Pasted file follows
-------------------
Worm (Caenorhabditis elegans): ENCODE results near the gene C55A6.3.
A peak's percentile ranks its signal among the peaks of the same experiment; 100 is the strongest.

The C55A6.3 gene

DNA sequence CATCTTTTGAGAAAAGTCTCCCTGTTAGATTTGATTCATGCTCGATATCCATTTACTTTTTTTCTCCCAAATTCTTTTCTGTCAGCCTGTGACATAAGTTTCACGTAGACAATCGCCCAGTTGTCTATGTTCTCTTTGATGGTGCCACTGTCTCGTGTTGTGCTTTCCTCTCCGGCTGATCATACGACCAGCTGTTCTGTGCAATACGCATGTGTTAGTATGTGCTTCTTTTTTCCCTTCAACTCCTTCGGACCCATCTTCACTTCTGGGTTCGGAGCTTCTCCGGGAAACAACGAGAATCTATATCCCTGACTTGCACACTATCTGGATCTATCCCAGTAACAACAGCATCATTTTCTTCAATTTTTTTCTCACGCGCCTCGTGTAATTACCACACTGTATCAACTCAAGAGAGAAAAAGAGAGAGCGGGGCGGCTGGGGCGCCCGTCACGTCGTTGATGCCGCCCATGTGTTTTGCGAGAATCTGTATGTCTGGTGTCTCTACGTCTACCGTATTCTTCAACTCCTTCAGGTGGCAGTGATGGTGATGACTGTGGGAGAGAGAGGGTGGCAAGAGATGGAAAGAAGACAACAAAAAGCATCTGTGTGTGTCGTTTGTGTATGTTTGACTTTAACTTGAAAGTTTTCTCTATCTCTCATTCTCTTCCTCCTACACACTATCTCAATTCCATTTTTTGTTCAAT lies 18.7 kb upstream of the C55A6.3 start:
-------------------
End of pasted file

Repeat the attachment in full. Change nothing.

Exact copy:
Worm (Caenorhabditis elegans): ENCODE results near the gene C55A6.3.
A peak's percentile ranks its signal among the peaks of the same experiment; 100 is the strongest.

The C55A6.3 gene

DNA sequence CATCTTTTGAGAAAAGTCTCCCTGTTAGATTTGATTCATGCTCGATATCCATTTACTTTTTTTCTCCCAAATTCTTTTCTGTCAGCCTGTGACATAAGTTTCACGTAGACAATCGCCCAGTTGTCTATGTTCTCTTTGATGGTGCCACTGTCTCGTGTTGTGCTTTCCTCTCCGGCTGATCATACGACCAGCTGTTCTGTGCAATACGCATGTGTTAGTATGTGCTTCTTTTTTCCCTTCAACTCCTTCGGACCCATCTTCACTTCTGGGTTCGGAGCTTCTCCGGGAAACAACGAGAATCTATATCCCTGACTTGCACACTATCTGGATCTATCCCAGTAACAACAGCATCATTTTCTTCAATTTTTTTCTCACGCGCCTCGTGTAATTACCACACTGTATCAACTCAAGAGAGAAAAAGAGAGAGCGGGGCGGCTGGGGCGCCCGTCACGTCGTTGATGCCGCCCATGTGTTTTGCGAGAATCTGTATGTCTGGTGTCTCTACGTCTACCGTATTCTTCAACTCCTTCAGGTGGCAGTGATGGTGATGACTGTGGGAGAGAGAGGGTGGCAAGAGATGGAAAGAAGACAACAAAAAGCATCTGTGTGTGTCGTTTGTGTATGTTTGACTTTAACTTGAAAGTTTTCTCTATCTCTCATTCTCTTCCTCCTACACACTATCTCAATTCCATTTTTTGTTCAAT lies 18.7 kb upstream of the C55A6.3 start: